links to

This naming knot describes an unfortunate real-life naming conventions problem that has yet to be resolved:

Some page directives tell users what to link to:
  • link to this page refers to the current page
  • link to that page refers to another page, typically one that is a redirect to this page

These are instructions to help maintain open politics web in a relatively consistent state, e.g. to track facts true only as of date reported.

In line with the need to prefer verb form and avoid plurals, the passive form links to should usually be avoided. NEVER USE THIS AS A PAGE DIRECTIVE - see the naming conventions as this is a naming knot that is difficult to get right. If it is absolutely necessary there can be references to what links to__ a page, replacing automatic reports of what links here which mediawiki generates. Lack of which is a fatal tikiwiki flaw f'sure.

as header tag

The phrase links to is not an imperative nor an instruction. It describes an existing situation, and is thus a report:

The header tag links to "here", "this page", or a named page, means, in its verb form, that another page has an anchor that has this page as a target, perhaps for some standard reason that is stated in the sentence using the phrase "links to".

It thus means the same as:

The term "linked to" can be used as its opposite to mean outlinks, as in:
  • page A links to this page, B, which is linked to page C
  • page C linked to here

In both of these cases the implied subject is page B ("here" or "this page"). Noting that A "links to" will make A appear active, as if the user had no choice about following the link, while noting that B "is linked to" C appears passive, as if C is not drawing B to read it. Such uses of rhetoric are so subtle as not to be usually noticed. There is little or no attention to the fact that, chronologically, the actual subject (the user) has followed a link to B, thus it would be more proper to say "A linked to B" from that user's perspective, or that "B links to C" now, or only if that user cares to follow that link in the future. More neutral terms from the pose of the document would be inlink and outlink and external links, while an objective analysis from outside the pose of all documents would refer to anchors and to targets between a mass of URIs.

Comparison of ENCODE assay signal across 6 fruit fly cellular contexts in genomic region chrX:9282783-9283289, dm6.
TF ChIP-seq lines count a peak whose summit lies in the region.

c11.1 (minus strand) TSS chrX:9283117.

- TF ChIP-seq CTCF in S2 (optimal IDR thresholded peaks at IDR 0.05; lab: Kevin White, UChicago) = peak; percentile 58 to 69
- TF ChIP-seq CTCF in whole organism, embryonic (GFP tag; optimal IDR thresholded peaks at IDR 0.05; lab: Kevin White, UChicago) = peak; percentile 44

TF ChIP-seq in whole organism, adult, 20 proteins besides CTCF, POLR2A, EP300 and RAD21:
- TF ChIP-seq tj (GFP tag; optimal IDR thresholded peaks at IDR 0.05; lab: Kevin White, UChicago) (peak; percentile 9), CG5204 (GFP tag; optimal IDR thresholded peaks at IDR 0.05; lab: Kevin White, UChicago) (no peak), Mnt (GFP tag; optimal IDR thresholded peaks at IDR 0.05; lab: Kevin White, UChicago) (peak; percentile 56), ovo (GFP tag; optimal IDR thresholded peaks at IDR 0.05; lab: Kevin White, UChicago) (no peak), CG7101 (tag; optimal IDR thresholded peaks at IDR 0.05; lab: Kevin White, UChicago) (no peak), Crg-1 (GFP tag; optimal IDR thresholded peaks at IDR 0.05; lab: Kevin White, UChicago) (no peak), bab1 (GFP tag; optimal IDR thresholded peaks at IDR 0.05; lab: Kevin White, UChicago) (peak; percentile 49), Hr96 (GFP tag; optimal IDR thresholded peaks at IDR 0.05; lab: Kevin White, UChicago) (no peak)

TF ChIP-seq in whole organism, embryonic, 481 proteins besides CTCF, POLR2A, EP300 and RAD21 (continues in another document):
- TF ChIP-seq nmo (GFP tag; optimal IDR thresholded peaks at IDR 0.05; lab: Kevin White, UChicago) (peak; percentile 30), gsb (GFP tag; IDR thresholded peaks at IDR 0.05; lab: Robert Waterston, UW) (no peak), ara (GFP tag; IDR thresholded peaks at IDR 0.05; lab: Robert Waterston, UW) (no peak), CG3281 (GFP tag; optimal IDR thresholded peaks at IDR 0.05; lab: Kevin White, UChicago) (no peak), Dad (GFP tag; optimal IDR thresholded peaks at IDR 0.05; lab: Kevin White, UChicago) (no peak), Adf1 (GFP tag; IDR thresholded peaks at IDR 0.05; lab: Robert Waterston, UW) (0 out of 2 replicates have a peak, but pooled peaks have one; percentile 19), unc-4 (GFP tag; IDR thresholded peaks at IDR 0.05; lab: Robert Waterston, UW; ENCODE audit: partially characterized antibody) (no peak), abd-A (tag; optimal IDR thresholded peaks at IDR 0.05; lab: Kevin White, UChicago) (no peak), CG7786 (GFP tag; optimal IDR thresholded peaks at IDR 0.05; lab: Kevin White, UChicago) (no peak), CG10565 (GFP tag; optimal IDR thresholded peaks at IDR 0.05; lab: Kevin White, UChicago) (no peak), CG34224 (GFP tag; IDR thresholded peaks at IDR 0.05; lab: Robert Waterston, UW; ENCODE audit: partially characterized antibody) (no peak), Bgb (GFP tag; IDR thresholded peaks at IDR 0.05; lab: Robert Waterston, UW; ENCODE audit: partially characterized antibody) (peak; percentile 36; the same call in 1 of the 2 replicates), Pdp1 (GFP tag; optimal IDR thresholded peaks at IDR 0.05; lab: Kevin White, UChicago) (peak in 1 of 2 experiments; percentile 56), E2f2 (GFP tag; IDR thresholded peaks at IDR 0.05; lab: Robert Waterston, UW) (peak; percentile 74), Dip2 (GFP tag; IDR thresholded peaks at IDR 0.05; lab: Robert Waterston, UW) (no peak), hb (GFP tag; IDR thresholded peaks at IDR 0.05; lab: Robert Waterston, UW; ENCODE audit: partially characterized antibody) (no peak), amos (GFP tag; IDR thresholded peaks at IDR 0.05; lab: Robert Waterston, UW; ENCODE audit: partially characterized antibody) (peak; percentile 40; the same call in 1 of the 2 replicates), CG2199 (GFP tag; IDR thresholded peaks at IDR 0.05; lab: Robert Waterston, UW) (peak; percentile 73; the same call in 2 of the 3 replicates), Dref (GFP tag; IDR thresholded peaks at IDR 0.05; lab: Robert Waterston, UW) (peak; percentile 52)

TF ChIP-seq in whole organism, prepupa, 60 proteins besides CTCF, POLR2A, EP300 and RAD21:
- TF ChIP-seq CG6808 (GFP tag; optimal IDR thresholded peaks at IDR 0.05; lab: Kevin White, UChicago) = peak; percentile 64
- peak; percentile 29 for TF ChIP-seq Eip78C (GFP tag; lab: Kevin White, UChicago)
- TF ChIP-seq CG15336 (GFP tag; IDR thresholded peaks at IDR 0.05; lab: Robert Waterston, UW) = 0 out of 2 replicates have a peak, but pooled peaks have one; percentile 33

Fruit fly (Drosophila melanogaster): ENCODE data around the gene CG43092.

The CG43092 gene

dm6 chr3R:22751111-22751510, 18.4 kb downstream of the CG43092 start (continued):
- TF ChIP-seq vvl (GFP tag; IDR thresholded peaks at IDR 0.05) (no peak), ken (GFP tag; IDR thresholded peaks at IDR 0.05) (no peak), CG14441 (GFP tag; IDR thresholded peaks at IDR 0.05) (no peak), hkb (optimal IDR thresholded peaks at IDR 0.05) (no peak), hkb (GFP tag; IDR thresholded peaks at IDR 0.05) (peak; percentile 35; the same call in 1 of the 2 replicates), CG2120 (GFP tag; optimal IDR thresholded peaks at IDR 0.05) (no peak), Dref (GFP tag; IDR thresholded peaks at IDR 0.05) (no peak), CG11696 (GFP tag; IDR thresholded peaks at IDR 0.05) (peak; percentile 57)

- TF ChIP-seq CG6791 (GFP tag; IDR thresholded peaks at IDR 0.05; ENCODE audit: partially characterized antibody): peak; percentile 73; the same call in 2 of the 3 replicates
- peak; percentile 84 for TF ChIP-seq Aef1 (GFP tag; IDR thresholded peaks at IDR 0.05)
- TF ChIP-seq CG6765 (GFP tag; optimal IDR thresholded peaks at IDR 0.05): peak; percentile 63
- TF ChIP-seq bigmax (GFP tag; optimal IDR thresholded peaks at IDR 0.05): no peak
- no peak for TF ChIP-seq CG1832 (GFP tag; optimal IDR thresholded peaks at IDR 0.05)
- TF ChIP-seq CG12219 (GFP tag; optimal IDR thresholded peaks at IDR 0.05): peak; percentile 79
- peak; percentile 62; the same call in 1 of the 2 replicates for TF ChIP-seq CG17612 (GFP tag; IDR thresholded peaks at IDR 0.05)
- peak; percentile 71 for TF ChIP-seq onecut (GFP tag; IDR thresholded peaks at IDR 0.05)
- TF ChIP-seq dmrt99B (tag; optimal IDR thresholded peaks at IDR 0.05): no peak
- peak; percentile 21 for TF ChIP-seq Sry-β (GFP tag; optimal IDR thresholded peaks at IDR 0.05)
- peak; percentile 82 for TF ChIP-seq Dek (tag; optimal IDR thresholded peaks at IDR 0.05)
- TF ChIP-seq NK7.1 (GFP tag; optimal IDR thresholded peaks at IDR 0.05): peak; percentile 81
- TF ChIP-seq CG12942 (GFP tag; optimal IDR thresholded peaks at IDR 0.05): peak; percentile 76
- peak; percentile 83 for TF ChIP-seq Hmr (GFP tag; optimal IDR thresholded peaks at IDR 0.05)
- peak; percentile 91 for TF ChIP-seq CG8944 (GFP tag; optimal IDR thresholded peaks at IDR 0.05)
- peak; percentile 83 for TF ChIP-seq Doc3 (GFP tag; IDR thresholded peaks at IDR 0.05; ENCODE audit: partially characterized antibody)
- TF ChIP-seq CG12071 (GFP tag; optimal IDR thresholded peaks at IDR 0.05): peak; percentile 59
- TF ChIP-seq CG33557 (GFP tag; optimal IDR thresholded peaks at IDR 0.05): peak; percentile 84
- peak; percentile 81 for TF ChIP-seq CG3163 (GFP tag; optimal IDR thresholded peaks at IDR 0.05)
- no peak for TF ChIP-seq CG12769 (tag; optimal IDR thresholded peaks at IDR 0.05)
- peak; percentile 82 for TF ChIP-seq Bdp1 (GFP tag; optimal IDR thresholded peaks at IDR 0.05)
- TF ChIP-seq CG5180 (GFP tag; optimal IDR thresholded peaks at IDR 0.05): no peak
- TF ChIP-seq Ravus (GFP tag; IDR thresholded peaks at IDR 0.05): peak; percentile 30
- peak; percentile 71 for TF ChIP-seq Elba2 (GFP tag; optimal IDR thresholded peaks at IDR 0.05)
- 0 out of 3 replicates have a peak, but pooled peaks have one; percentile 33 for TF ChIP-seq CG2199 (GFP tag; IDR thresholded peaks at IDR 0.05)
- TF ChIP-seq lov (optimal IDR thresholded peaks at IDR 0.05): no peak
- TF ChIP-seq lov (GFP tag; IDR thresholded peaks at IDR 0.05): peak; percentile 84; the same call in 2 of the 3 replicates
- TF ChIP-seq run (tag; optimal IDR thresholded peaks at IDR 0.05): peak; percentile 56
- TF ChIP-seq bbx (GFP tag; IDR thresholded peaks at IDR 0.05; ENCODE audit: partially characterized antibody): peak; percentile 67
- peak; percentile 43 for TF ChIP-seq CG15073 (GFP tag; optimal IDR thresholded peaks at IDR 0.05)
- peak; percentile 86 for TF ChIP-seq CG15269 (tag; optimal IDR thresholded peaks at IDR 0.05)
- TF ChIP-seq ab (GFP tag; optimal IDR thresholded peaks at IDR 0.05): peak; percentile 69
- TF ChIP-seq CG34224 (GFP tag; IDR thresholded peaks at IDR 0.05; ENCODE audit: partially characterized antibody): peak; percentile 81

Since "linked to" can indicate either a past tense of the verb (having linked to something in the past, as in "was linked to", or a third party report of a present state, as in "this is linked to that"), it is probably only right to use "linked to" when describing clickstreams in the past, These are both fair to describe a corpus but not to describe an action as in the political meaning (someone "linked to" someone else, as in a scandal).

"Links to" can also be used as a weaker and more passive form to imply implicit links:
  • page A links to page B, but, which is linked to page C by the fact that they both use statistically improbable phrases in common
  • page B links to page A, but has been linked to page C also by some allegations made in a smoke-filled room

When interpreted as a noun, i.e. the "links" are plural & concrete, it means the same as

This is very confusing because of the mixed metaphors in use. The most justifiable of these is tikiwiki's use of back as it has the same semantics as the web browser use of that term - the page you saw before clicking on the link to come to this page.